While it was well-received last year, the wider appeal of such an Antrim-based play is not yet known, supporters of the touring version of the play say that it may encourage tourists to visit the area.

A review in the British Theatre Guide last autumn cited shortcomings, stating that the play was ‘hindered by Cameron’s uncertain way with historical facts’.

Some onlookers have also noticed that information published online to promote the play in both Belfast and Bangor misspells the name ‘Massereene’.

There is currently limited information in the public domain on how arrangements to tour the play have been agreed and progressed.

Minutes of meetings provide some vague insights, notably the role of the Borough Arts and Cultural Advisory Panel.

The playwright Michael Cameron is one of the voluntary members of the panel and we understand that he has briefed panel members on progress on a number of occasions.

Speaking this week to the Antrim Guardian, Councillor Jim Montgomery who sits on the Borough Arts and Cultural Advisory Panel said that while he could not discuss the financial details of the touring production, he said that the committee ‘had necessary details to make an informed decision’.

“This tour is an excellent idea in promoting the arts and culture being produced in the borough.” he said.

“Michael Cameron wrote an excellent play which details well the history of an event within Antrim and it was a success in the centenary.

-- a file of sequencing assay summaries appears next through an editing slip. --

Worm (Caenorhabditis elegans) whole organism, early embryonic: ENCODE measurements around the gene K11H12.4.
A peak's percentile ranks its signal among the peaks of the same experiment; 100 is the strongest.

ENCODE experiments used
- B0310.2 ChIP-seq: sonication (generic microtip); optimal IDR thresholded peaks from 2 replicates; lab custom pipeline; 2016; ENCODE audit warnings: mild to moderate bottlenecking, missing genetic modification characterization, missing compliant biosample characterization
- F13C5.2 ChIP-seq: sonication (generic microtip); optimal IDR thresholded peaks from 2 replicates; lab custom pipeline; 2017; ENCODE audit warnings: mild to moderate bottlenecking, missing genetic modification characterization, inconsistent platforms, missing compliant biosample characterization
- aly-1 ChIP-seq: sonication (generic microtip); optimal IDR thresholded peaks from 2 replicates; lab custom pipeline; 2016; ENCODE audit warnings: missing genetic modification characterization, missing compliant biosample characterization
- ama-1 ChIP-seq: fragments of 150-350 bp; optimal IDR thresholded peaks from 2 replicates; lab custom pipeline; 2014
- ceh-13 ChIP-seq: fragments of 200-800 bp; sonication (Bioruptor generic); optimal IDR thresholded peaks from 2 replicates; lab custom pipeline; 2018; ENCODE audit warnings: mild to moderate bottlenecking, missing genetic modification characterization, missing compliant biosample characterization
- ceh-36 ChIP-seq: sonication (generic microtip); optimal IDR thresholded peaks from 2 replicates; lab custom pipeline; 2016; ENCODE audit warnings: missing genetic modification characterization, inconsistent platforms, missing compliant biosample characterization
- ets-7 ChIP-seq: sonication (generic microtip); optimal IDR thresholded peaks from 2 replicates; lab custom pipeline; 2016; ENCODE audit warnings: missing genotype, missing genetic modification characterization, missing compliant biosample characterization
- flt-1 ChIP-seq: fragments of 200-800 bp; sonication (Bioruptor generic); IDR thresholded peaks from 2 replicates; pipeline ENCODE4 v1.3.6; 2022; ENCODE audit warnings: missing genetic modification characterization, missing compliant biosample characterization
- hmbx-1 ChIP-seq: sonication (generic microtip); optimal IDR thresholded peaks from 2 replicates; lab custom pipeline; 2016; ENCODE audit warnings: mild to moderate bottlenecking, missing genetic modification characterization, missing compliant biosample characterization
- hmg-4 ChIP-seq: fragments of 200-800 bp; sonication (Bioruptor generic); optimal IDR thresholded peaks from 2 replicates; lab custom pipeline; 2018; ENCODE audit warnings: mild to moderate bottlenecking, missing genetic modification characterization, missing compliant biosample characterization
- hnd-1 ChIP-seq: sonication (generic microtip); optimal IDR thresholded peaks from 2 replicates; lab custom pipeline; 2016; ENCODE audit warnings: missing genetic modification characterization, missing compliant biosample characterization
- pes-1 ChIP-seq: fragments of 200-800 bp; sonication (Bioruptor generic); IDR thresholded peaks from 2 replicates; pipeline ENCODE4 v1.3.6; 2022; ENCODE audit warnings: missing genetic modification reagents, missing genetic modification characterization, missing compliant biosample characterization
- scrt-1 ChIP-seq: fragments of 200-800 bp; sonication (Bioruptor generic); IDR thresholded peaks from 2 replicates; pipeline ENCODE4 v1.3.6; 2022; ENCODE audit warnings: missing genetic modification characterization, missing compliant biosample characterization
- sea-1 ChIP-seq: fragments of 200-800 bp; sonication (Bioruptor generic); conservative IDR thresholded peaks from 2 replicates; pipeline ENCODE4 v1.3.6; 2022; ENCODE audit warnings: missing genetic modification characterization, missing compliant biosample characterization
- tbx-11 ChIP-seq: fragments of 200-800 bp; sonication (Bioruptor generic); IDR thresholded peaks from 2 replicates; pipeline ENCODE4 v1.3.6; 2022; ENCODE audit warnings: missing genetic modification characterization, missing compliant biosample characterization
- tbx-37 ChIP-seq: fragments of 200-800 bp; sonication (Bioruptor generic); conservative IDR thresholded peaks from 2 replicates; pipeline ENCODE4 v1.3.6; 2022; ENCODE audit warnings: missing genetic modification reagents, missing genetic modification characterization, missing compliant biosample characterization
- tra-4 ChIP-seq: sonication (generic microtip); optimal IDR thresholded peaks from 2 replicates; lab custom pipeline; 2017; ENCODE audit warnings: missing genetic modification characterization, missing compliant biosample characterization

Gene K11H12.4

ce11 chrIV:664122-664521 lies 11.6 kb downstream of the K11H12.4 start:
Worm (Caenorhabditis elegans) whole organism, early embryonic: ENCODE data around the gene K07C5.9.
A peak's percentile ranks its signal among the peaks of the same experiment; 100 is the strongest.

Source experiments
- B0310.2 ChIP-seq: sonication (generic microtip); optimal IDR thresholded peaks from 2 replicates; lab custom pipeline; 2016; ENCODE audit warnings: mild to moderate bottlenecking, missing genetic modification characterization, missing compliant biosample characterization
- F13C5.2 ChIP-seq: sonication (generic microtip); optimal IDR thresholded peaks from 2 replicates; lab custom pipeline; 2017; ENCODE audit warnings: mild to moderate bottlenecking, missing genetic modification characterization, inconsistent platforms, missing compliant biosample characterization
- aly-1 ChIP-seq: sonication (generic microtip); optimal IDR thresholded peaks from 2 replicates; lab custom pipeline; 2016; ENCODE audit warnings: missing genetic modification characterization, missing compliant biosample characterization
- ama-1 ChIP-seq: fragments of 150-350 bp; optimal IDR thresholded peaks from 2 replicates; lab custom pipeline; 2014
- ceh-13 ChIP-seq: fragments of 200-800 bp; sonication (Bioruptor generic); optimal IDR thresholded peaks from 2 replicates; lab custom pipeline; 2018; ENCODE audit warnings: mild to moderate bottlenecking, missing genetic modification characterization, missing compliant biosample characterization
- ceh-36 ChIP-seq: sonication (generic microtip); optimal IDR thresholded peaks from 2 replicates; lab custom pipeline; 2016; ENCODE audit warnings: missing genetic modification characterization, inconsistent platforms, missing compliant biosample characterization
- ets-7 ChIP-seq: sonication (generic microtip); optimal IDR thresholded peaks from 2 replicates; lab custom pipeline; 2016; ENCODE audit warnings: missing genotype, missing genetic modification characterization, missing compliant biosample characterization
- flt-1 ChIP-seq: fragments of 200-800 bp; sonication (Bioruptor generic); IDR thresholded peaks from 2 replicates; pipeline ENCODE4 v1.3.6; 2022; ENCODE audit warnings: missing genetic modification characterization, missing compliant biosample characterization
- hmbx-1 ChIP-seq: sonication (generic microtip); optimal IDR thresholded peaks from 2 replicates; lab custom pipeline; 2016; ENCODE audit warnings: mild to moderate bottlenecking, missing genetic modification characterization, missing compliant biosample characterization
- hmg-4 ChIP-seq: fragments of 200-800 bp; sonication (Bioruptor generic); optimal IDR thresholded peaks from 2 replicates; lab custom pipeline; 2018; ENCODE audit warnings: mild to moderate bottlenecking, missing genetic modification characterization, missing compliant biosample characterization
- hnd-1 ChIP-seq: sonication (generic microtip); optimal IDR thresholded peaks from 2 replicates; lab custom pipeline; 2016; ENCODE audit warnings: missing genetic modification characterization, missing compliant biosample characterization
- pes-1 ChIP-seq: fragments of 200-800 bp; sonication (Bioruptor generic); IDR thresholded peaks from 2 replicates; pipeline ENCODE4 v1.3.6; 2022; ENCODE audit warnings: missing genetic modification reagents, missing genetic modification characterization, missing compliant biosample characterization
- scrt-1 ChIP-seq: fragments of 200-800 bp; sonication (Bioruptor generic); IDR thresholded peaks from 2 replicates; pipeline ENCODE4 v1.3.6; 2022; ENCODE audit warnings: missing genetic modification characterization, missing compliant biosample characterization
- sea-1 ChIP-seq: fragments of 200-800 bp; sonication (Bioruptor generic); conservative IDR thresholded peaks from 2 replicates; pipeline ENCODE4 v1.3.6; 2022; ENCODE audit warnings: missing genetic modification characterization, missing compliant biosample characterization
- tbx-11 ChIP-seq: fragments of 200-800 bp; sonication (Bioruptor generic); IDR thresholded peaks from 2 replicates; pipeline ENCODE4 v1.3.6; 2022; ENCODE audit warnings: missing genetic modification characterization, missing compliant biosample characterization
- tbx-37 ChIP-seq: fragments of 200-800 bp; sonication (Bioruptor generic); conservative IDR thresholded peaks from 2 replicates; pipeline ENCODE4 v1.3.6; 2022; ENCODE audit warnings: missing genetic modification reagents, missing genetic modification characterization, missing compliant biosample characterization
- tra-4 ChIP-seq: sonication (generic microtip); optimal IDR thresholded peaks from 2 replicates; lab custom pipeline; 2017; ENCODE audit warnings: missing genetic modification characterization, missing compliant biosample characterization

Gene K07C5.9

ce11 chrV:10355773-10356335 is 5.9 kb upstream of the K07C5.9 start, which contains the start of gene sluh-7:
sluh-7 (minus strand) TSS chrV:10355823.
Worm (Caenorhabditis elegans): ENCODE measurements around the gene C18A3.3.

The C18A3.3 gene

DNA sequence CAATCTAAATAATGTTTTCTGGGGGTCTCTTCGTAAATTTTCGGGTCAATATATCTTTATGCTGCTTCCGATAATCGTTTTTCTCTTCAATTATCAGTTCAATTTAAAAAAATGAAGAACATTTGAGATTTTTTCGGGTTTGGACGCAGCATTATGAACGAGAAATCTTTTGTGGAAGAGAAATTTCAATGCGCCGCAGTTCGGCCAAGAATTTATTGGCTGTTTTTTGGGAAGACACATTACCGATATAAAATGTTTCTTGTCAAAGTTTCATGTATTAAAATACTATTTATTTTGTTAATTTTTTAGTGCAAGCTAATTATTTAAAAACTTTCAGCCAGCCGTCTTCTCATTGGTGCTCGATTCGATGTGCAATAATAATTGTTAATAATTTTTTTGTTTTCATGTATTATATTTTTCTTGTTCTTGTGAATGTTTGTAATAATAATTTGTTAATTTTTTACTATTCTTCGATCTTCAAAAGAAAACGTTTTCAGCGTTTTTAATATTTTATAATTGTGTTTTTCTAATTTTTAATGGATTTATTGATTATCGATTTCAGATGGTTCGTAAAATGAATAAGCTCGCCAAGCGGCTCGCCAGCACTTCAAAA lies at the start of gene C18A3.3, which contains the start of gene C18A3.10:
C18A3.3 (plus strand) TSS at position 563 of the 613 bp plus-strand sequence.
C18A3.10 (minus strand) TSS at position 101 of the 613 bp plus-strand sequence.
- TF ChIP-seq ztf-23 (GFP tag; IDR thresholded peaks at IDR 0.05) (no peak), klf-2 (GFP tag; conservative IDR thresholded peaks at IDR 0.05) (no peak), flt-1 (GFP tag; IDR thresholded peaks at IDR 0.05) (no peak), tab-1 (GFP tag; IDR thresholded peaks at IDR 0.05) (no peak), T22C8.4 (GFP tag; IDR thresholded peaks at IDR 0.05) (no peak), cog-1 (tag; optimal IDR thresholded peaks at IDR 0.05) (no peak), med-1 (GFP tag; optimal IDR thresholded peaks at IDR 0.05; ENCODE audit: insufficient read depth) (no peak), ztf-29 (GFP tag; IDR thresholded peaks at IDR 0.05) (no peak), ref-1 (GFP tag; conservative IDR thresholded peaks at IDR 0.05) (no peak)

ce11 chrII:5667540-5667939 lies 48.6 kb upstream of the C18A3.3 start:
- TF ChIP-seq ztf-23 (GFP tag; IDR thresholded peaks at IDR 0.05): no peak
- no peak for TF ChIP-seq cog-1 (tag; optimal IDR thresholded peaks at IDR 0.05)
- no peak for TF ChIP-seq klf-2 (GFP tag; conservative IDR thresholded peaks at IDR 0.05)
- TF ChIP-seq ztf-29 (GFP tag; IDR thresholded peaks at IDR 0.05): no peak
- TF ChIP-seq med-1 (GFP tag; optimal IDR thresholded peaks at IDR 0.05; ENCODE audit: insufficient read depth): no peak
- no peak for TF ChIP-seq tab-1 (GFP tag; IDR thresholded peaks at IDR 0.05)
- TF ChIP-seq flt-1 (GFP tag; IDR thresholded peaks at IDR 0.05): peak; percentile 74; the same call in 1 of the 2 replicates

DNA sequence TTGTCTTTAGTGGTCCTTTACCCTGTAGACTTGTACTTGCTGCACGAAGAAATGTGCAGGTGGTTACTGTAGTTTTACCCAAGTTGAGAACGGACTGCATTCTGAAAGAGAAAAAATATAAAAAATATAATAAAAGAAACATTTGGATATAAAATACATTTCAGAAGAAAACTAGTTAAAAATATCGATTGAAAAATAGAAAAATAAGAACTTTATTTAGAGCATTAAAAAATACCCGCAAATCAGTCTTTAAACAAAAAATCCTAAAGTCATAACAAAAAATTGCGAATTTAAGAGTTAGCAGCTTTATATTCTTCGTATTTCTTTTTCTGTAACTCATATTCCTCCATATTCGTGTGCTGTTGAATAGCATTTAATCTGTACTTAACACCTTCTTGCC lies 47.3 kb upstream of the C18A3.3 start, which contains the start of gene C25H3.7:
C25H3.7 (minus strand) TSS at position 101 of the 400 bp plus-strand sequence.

“It is right that we promote our history and culture in other areas outside of the borough and also let a wider area of people experience such a good production.”

Mr Montgomery said that costs will not only be covered by ticket sales, but could well lead to the council making a profit

He added that it was it made clear to members of the panel how the touring production was being resourced in terms of staff time and that he was comfortable with the arrangements, adding: “The use of our resources outside of the borough is very limited and only for the purposes of promoting the benefits of the council.”

Mr Montgomery, who is a big theatre fan and frequently travels to the West End in London to see musicals, said that despite limited activity and lack of staff presence at the Old Courthouse, things could soon change.

“Antrim is not losing out because of resources being used outside the borough,” he said.

“The council is reinventing and generating its arts and culture programming after Covid.

“A new head of Arts and Culture has been appointed and has exciting new ideas for programming for all our theatres.

“ I met a few months ago with officers and was pushing for greater and more diverse use of our theatres especially the Old Courthouse, putting on established productions and being a place to try new types of productions.”

Mr Montgomery said that he is happy with the level of coverage council is receiving in the literature and publicity for the play, adding: “Where we feel we should be getting more coverage we are pushing for that.”